Think Before You Ink: Women More Likely Than Men to Regret, Remove Tattoos

July 22, 2008

TUESDAY, July 22, 2008 — Jen Graham, 28, of Brooklyn, N.Y., has gone through three sessions so far to remove a band of stars she impulsively had tattooed around her ankle at age 19. A tattooed ex-boyfriend gave her one “homemade” star with a safety pin and ballpoint-pen ink, and she had the design touched up and completed at a tattoo parlor soon after.

“I didn’t immediately regret it, but certainly within a year,” she says. “I’d thought about getting it removed for a long time and then finally made an appointment when I got a much more professional job at a publishing company and moved to New York. Plus my aesthetics had changed; I think tattoos look trashy now.”

Getting a tattoo is historically a male-dominated activity—but in a society where celebrities like Angelina Jolie and Rihanna flaunt their latest inked designs, tattooing has become popular among females as well. However, women may still face more societal stigma than men about their tattoos, and are more likely to have them removed because of embarrassment, body image, or career concerns, according to a new study.

More social stigma for women
Women represent at least half of the 45 million Americans with tattoos today, according to the Food and Drug Administration (FDA). About one-fourth of adults age 18 to 30 have a tattoo, and 20% are estimated to be dissatisfied with their body art. Only about 6%, however, seek removal—a costly, painful, and time-consuming procedure that involves laser treatments, surgery, or chemical skin treatments.

In the recent study published in Archives of Dermatology, researchers from Texas Tech University surveyed a sample of 196 patients visiting dermatology clinics for tattoo removal. In contrast to a 1996 survey, study participants were more than twice as likely to be women (69% vs. 31% men), and were typically white, single, college-educated, and between the ages of 24 and 39. Previously, more men had requested tattoo removal.

Both men and women said they wanted to get their tattoos removed to leave their pasts behind them, and because they:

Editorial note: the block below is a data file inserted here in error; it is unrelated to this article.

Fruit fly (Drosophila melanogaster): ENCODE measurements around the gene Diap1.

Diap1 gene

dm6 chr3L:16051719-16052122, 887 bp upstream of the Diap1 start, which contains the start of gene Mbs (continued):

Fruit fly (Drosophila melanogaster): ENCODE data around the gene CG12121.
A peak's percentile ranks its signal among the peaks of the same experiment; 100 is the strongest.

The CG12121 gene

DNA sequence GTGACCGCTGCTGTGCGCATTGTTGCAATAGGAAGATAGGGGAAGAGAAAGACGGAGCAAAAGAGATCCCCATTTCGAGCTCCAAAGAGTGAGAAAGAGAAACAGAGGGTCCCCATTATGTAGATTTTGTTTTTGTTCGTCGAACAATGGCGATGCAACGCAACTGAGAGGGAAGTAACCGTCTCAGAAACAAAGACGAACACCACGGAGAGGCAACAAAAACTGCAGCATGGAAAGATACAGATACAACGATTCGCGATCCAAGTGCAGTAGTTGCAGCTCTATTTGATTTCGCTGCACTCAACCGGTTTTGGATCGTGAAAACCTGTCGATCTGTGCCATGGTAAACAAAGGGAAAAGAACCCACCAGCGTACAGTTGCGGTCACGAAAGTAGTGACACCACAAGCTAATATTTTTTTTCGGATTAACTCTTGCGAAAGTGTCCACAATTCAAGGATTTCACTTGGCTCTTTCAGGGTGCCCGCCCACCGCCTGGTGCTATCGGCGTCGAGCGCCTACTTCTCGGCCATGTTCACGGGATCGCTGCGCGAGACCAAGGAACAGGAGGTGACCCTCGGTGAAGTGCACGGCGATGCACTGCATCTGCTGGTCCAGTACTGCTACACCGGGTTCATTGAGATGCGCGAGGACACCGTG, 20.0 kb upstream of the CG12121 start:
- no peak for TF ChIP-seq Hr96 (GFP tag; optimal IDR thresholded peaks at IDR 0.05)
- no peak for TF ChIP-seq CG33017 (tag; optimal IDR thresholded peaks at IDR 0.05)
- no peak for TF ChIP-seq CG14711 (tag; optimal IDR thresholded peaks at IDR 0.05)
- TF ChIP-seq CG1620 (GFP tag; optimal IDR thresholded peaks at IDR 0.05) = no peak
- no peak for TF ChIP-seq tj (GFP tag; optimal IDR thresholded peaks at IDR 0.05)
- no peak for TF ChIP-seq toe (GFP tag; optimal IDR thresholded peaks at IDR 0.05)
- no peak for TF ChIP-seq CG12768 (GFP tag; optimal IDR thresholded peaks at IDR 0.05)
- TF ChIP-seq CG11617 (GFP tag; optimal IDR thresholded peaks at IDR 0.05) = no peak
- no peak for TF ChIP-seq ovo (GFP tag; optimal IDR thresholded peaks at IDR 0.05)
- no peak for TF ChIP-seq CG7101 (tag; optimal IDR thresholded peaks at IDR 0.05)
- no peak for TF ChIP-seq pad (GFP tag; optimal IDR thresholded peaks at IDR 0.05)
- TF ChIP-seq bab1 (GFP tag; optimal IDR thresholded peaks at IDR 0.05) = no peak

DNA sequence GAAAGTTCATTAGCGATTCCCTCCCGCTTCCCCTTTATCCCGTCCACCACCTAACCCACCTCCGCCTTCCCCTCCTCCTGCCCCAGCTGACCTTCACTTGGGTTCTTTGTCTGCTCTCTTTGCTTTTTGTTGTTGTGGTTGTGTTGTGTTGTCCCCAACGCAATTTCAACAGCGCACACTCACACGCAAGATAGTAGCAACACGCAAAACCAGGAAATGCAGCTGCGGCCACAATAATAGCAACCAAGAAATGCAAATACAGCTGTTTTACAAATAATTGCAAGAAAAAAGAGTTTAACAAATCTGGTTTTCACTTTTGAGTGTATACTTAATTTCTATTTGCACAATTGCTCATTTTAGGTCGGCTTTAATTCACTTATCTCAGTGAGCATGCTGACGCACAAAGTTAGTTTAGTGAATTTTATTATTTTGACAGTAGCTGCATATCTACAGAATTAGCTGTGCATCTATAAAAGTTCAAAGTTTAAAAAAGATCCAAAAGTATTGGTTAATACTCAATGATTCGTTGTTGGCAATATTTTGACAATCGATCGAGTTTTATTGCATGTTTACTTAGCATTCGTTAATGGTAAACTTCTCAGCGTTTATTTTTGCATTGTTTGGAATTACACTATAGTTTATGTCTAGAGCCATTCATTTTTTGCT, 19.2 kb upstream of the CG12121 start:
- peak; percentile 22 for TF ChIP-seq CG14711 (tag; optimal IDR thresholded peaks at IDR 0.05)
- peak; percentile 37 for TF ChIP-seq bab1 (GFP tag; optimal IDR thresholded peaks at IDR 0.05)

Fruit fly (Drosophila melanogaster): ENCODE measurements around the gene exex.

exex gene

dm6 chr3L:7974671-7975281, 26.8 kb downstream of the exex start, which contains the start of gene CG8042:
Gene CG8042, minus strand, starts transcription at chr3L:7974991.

• Just decided to remove it (58%)
  • Suffered embarrassment (57%)
  • Had a lowered body image (38%)
  • Were getting a new job or career (38%)
  • Had problems with clothes (37%)
  • Experienced stigma (25%)
  • Were marking an occasion, such as a birthday, marriage, or newly found independence (21%)

While most women were pleased with their tattoos when they got them, their feelings changed over the next one to five years. “While men also reported some of these same tattoo problems leading to removal, there seemed to be more societal fallout for women,” the authors wrote.

Specifically, their tattoos had begun to cause embarrassment and no longer provided a feeling of uniqueness. More women than men said they were removing their tattoos because they often had to hide them (73% vs. 36%); they experienced stigma problems because of them (27% vs. 9%); and the tattoos elicited negative comments in public, the workplace, and/or in school (31% vs. 5%).

The decision to remove
Graham first visited a hair-removal clinic where a woman used a painful laser without an anesthetic. Since then, she’s had two treatments at a doctor’s office—much better, she says, because they numbed her first—for $400 each plus a $300 consulting fee. “Sadly, it’s not much lighter yet,” she says. “The edges are blurrier, though; right now it just looks like I have a bad tattoo.”

Though the removal process is expensive, Graham considers it a career investment. She’s waiting until the fall to have any more procedures—”It looks terrible right afterward; you get these huge blisters that stick around for over a week, and I’d rather hide it under pants or tights,” she says—and then plans to get one every four to six weeks until she’s satisfied.

When considering a tattoo, women especially should think twice about the location on their bodies, say the Texas Tech researchers. Compared with the earlier survey, more study participants had skin markings in visible locations such as arms and legs, suggesting that they may have felt more comfortable about getting a prominent tattoo at the time, but regretted it later in life.

What to think about
The FDA warns consumers to think of tattoos as permanent because removal doesn’t always work and some colors may never be entirely gone. Those considering getting inked are also urged to consider the following:

  • Known health risks of getting a tattoo include infection from dirty needles, allergies to various ink pigments, and unwanted scarring or small bumps called granulomas, which may form around material that the body perceives as foreign.
  • Tattoos can hide or obscure signs of skin cancer, French researchers reported in the same issue of Archives of Dermatology. Patients with a history of melanoma should avoid tattoos, and those with a family history of melanoma or atypical moles should choose small designs with light colors, the researchers concluded.
  • The FDA has not approved any tattoo inks for injection into the skin, and many pigments used are industrial-strength colors suitable for printers’ ink or automobile paint.
  • Do not buy or order do-it-yourself removal products online. These acid-based products are not FDA-approved and can cause bad skin reactions.
  • If you want a tattoo removed, consult your health-care provider (not a spa, clinic, or tattoo parlor, where the procedure is not always FDA-approved); the American Society for Laser Medicine and Surgery can help you find an experienced and certified doctor.

By Amanda MacMillan

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